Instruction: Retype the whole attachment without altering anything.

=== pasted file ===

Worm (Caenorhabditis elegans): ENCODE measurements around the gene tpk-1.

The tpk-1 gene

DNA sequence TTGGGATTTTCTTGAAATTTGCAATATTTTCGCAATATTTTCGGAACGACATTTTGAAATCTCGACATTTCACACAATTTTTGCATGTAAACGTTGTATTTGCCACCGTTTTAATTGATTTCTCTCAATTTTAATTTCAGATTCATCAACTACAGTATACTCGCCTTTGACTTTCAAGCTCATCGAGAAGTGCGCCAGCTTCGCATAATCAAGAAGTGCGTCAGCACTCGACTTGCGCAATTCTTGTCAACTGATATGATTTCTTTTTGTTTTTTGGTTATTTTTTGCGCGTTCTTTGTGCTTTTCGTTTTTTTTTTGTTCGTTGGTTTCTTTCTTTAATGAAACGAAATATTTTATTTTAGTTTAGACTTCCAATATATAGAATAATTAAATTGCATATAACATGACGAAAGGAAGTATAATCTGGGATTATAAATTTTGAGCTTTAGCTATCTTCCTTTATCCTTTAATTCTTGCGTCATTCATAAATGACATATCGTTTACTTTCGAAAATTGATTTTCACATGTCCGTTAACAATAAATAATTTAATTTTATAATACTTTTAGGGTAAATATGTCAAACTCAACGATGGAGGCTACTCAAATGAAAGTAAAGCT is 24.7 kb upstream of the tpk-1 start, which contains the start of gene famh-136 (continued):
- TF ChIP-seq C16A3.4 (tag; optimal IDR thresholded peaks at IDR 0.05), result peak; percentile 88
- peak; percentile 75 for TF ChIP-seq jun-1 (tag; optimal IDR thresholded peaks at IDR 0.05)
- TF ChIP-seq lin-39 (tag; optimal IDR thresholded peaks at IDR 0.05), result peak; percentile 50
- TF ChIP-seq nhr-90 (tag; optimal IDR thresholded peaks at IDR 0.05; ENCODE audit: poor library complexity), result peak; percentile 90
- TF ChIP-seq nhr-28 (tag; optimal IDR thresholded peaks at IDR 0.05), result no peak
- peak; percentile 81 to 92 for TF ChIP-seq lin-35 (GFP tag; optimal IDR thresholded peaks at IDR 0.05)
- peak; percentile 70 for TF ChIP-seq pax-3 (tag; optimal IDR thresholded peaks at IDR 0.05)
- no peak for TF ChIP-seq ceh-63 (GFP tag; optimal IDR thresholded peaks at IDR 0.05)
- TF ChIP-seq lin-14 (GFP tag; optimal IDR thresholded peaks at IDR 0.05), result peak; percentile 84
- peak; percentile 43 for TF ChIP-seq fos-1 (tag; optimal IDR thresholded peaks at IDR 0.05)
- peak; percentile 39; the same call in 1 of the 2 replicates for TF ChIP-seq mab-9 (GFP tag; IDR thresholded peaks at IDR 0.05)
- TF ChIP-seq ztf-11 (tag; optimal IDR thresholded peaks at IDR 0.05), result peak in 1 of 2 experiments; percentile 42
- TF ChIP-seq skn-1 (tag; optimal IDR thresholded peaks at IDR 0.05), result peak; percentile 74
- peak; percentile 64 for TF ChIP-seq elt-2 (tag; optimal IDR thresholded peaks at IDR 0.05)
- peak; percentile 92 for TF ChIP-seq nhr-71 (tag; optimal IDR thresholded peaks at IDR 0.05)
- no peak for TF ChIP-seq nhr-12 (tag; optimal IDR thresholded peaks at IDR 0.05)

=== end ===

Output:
Worm (Caenorhabditis elegans): ENCODE measurements around the gene tpk-1.

The tpk-1 gene

DNA sequence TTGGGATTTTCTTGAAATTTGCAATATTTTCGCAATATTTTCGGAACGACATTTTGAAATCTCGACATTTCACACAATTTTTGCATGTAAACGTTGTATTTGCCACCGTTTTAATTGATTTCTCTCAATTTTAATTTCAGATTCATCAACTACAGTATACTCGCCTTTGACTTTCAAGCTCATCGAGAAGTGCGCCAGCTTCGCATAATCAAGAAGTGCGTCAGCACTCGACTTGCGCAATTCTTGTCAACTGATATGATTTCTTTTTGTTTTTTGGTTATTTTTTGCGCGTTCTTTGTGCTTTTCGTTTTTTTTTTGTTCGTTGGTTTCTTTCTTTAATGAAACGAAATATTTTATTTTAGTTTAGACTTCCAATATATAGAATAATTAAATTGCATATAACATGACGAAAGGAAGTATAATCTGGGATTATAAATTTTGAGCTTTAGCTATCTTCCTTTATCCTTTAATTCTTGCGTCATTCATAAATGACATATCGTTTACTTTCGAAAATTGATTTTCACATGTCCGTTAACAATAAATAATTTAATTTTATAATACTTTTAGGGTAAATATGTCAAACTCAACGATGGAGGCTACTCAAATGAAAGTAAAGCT is 24.7 kb upstream of the tpk-1 start, which contains the start of gene famh-136 (continued):
- TF ChIP-seq C16A3.4 (tag; optimal IDR thresholded peaks at IDR 0.05), result peak; percentile 88
- peak; percentile 75 for TF ChIP-seq jun-1 (tag; optimal IDR thresholded peaks at IDR 0.05)
- TF ChIP-seq lin-39 (tag; optimal IDR thresholded peaks at IDR 0.05), result peak; percentile 50
- TF ChIP-seq nhr-90 (tag; optimal IDR thresholded peaks at IDR 0.05; ENCODE audit: poor library complexity), result peak; percentile 90
- TF ChIP-seq nhr-28 (tag; optimal IDR thresholded peaks at IDR 0.05), result no peak
- peak; percentile 81 to 92 for TF ChIP-seq lin-35 (GFP tag; optimal IDR thresholded peaks at IDR 0.05)
- peak; percentile 70 for TF ChIP-seq pax-3 (tag; optimal IDR thresholded peaks at IDR 0.05)
- no peak for TF ChIP-seq ceh-63 (GFP tag; optimal IDR thresholded peaks at IDR 0.05)
- TF ChIP-seq lin-14 (GFP tag; optimal IDR thresholded peaks at IDR 0.05), result peak; percentile 84
- peak; percentile 43 for TF ChIP-seq fos-1 (tag; optimal IDR thresholded peaks at IDR 0.05)
- peak; percentile 39; the same call in 1 of the 2 replicates for TF ChIP-seq mab-9 (GFP tag; IDR thresholded peaks at IDR 0.05)
- TF ChIP-seq ztf-11 (tag; optimal IDR thresholded peaks at IDR 0.05), result peak in 1 of 2 experiments; percentile 42
- TF ChIP-seq skn-1 (tag; optimal IDR thresholded peaks at IDR 0.05), result peak; percentile 74
- peak; percentile 64 for TF ChIP-seq elt-2 (tag; optimal IDR thresholded peaks at IDR 0.05)
- peak; percentile 92 for TF ChIP-seq nhr-71 (tag; optimal IDR thresholded peaks at IDR 0.05)
- no peak for TF ChIP-seq nhr-12 (tag; optimal IDR thresholded peaks at IDR 0.05)